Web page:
Waiting for war

Nicolas Marbeau


Libreville, Estuaire, Gabon

Waiting for war, it’s another story.

The story of men who leave their families.

Families who only signal themselves by their absence: a picture pinned to the wall or in the locker – at best. To not forget it, to not forget them, to remember their love, to remember her love, to make it dramatic, to act like they do in the movies.

We were not risking our lives. The sacrifice we were asked to make wasn’t that of our life but that of our time. Of society’s time. When we leave, time stops, we throw the anchor and until we come back, emotions vary very little. For those who stay, it’s a presence that was already lacking continuity that disappears.

The military life is a life of patience. A life of waiting for.

What do we do of this time that runs away? This suspended space in which one has to move into, in order to get out. Outside of work, games, series, sports and alcohol are just as many ways to not get nostalgic, to not think, to fast forward. We therefore wait to come back and take our place again, just like we left it.

Here is shown a group of colleagues, sometimes of friends. A group like there has been so many others. Comrades who share this suspended moment. Thus, in this project, traces of technology are scarce. We stay out of time, out of modernity. What happened there happened hundreds of times, in many countries, at all times.

This repetition itself is interesting - it is what makes these photographed soldiers eternal, like when man is struggling with waiting, and therefore struggling with himself.

And this repetition is also that of the faces. Most of these pictures are pictures of the group I worked in. Group 12. Being around them, you get used to them, you get into their everyday life – and into their boredom. One dives into it, and ends up knowing them.

In the end it’s a story that is deployed here. A story of daily life, a story uninteresting if it wasn’t for the description of the characters. It shows the face of the human in the army, far from the beauty of myth, far from honors. Remains the young, the buddy, the guy who could be sitting next to you in the bus. Less spectacular but easier to like. These faces remind us of the faces of people we know.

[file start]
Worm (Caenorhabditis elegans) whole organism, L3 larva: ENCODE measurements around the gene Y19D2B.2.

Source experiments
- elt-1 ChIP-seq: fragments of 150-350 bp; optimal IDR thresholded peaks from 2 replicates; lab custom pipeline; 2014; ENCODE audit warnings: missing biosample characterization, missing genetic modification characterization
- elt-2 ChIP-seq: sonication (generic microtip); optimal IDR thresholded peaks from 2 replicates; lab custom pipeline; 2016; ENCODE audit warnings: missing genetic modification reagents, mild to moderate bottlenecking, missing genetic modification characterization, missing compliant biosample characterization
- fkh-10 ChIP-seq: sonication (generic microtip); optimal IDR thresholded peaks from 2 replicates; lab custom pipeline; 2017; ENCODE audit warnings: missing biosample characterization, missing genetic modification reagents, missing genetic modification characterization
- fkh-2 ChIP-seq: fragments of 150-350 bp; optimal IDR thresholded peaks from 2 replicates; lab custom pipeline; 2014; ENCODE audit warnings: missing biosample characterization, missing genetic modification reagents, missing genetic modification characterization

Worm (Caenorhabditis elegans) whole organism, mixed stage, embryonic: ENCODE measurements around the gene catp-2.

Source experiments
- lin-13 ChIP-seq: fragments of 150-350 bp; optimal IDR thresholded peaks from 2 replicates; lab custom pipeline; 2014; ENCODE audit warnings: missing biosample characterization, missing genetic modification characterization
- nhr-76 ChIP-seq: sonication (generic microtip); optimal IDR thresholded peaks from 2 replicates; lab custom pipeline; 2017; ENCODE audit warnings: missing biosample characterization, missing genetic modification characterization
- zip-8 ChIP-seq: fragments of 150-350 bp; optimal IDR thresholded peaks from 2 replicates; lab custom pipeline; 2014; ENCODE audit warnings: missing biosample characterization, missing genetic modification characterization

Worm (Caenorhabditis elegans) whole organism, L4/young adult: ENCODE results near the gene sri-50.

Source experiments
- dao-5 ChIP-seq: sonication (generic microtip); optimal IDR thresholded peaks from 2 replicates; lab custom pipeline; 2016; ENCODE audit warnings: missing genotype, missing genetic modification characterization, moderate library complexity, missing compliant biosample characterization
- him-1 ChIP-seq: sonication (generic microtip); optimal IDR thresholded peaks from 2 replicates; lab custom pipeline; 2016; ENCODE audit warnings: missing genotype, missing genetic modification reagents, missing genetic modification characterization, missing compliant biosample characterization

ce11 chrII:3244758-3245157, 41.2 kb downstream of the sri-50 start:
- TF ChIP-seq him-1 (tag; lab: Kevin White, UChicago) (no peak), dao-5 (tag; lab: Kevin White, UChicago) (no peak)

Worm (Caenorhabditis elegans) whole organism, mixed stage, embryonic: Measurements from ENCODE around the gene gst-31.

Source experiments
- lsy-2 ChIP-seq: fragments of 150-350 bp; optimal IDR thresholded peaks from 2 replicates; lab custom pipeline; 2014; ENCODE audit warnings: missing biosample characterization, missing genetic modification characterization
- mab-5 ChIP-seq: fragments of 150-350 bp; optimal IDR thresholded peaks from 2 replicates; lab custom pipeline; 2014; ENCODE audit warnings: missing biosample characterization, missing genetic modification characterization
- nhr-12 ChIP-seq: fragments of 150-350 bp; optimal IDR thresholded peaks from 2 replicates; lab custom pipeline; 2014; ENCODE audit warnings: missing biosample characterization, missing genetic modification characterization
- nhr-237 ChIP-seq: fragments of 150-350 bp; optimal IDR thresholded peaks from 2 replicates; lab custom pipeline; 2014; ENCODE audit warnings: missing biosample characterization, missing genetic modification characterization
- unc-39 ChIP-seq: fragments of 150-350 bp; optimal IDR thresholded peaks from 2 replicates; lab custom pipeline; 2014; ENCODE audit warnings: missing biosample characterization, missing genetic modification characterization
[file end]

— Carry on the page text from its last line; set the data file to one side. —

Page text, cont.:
When you leave your country for a few months and stay constantly with the same people, you become an actor. You act in two ways. There is one, unofficial, which consists of acting, to keep the balance and prevent infighting. What character trait to hide, what appropriate behavior to adopt, what image to give of oneself? One becomes an actor, all day and all night, for the group to stick together.

And then there is the traditional acting, better known and more beautiful. An acting that uses dress, deportment, values and traditions.

I decided to let these out of my project: they have been shown a lot already and are less present in the soldier’s mind in daily life. Tradition remains essential as a link and as a theoretical justification of the group. That is to say that certain ways of beings and songs that accompany the soldiers in the army are also useful to make explicit the goals and values of the military.

“ France, oh my very beautiful France,

For you I would wage war,

I would leave father and mother,

Without any hope to see them again.”

Songs recall values – honor, courage, spirit of sacrifice – and, often, memories from home. They create a nostalgic spirit to which the soldier aspires to. And it is this gap between the longing for greatness and the reality of boredom that I wanted to capture.

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